Vitamin B: Best foods sources, benefits and deficiency

Category: Vitamins & Supplements Print

Vitamin B is the general term for the water-soluble vitamin group. In its entirety, it is classified in different groups such as Vitamin B12, B9 and B1. All Vitamin B types have different functions in our body. They can be found at adequate amounts in many foods. Therefore, vitamin B deficiency is not seen in individuals who are on a balanced and healthy diet. However, factors including age, sex, pregnancy, medication use and alcohol use may increase an individual’s need for Vitamin B. Vitamin B deficiency may present with symptoms like weakness, malaise, fatigue and forgetfulness. In this case, vitamin deficiency can be resolved by taking Vitamin B complexes recommended by the physician.

What is Vitamin B?

B vitamins have a crucial role for us to live a healthy and worry-free life. They are responsible for the health of our cellular and brain functions. They protect us from cardiovascular health problems. They increase muscle strength and help muscle formation in males. Especially pregnant women should consume vitamin B at adequate amounts. Vitamin B supplements taken by mothers-to-be alleviates nausea, increase energy and reduces the risk of preeclampsia.

What does Vitamin B do for you?

The common task of all B vitamins are to help converting the food we consume to energy. In other words, they provide our body with sustainable energy supplement. Other than energy production, each vitamin B has specific functions. For example, in addition to energy production, Vitamin B6 leads our body’s fight against infections. Vitamin B12 converts carbohydrates to energy and prevents our body to store excessive fat.

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Vitamin B types and folic acid

There are a total of eight main Vitamin B types, namely Vitamin B1, B2, B3, B5, B6, B7, B9, B12. Deficiency of any type of B vitamins may result in serious health problems. Symptoms are based on the type of Vitamin B that is deficient. The patient may present with different symptoms including fatigue, confusion, anemia and forgetfulness.

Also named as Vitamin B9, folic acid is an important vitamin which has role in DNA synthesis and cell division. Reducing vessel stiffness, this vitamin minimizes the risk of heart attack, paralysis and stroke. It can be found more in green-leafy vegetables. It was discovered in 194 in spinach leaves. Folic acid also plays a role in the development of fetal nervous system. When it is deficient, the cells cannot be divided adequately. Folic acid deficiency in pregnant women may result in many types of congenital anomalies.

The benefits of Vitamin B

Vitamin B1 (Thiamine)

Vitamin B1 (thiamine) enables the body use the carbohydrates as energy. It is necessary for glucose metabolism, and plays an important role in the nervous, muscular and cardiac functions. As with all the vitamins in B complex, Vitamin B1 is water-soluble. It helps prevent complications in nervous system, brain, muscles, heart, stomach and bowels. It also has role in internal and external transportation of the electrolytes from and to the muscle cells and neurons.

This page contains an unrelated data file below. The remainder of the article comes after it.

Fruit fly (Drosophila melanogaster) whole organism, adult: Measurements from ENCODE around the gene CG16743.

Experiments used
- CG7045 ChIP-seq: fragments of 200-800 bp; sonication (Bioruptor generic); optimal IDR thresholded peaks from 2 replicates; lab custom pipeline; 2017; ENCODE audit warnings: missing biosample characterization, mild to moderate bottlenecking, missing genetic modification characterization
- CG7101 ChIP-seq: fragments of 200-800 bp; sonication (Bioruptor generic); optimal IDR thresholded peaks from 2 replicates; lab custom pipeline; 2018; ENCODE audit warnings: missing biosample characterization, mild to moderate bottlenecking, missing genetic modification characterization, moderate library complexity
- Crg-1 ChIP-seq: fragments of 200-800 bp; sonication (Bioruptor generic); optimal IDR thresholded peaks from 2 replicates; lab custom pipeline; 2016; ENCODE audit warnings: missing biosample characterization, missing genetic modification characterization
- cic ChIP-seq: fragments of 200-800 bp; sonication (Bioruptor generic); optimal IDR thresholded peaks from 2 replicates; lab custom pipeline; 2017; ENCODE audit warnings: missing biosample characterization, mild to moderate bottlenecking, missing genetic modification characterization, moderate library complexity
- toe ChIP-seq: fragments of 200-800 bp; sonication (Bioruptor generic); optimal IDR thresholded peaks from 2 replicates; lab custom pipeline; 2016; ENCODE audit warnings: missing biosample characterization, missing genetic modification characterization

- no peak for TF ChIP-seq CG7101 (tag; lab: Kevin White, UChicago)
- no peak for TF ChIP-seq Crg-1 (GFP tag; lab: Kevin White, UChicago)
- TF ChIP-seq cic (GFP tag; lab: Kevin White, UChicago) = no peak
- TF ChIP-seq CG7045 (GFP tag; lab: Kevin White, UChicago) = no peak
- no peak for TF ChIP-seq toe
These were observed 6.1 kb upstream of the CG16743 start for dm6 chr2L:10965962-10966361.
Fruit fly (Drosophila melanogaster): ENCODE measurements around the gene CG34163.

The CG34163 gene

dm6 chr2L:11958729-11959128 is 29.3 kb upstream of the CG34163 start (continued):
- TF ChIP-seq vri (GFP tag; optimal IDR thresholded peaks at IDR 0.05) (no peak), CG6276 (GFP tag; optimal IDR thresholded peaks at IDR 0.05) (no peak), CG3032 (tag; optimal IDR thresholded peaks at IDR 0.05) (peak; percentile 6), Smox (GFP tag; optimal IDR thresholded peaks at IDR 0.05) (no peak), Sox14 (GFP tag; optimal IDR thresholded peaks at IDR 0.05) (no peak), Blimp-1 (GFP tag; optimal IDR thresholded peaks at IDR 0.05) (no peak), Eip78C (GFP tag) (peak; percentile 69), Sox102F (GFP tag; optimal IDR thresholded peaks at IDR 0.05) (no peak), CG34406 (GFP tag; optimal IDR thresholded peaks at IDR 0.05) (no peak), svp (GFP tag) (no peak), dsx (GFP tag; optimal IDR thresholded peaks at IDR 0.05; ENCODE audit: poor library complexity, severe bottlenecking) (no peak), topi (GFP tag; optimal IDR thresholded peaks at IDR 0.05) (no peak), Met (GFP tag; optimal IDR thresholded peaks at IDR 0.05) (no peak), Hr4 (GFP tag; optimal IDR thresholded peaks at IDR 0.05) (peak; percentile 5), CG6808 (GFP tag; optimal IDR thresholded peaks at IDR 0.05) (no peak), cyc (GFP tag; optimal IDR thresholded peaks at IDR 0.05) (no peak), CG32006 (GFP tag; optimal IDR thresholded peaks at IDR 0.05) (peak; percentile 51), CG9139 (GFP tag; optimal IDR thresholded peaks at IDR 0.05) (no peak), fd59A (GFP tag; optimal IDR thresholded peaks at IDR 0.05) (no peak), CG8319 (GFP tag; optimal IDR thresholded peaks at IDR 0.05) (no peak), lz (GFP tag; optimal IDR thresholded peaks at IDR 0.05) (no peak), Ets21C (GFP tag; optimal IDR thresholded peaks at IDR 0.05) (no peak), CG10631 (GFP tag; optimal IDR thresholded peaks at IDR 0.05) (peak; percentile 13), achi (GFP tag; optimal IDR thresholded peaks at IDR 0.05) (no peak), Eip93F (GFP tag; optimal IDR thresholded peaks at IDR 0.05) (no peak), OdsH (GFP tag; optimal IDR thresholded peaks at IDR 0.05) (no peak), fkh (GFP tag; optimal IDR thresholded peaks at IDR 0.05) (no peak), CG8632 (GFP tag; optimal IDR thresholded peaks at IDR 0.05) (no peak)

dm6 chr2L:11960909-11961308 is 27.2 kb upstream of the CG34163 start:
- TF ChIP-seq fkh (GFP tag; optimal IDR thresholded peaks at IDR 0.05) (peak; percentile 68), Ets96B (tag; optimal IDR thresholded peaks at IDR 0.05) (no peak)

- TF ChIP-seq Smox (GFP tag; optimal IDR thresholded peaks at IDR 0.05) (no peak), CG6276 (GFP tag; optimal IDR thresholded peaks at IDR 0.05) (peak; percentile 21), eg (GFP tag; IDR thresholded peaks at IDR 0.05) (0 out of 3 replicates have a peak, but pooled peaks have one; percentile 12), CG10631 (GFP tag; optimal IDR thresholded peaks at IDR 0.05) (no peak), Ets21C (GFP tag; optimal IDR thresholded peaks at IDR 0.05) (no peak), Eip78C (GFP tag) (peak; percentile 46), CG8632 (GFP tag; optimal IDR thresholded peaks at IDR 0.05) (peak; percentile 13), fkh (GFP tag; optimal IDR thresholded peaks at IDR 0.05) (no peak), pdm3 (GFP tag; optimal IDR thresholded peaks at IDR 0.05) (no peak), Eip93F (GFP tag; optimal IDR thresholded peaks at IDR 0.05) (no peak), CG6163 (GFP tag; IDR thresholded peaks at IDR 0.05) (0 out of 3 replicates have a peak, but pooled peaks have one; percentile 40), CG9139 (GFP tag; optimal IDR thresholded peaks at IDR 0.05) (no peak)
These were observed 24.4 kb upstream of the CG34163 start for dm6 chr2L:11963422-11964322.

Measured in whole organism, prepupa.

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Vitamin B2 (Riboflavin)

Vitamin B2 (riboflavin) contributes the conversion of foods to energy. It also acts as antioxidant and cleanse the body from toxins. Vitamin B2 is a water-soluble vitamin, and as with every water-soluble vitamin, it is transported via blood circulation and the unnecessary part is excreted from the body via urine. Vitamin B2 should be consumed daily as this vitamin can only be stored in the body at small amounts and is rapidly excreted.

Vitamin B3 (Niacin)

Vitamin B3 (niacin) is an important food that we need for each part of our body to function properly. There are especially studies showing that it increases good cholesterol (HDL) level and decreases bad cholesterol. Moreover, it helps prevent the second attack in individuals with a history of heart attack. Furthermore, it reduces the risk of atherosclerosis and vessel stiffness.

Vitamin B5

It helps convert carbohydrates, proteins and fats to energy. It increases the intracellular energy production which is needed for hormone synthesis. It has a role in antibody production. It has a stress-relieving characteristic. It modulates the functions of adrenal glands. It promotes red blood cell production. It protects hair health, helps it grow and prevents skin wrinkles.

Vitamins B6 and B7

Vitamin B6 (pyridoxine) is involved in red blood cell production, neurotransmitter production and aminoacid metabolism. It facilitates brain development of the baby. Therefore, it should be taken at adequate amounts by pregnant women. Modulating gene expression, Vitamin B7 (biotin) is necessary for fat and carbohydrate metabolism. Folic acid and Vitamin B12 have many health benefits.

The benefits of Vitamin B9 (Folic acid)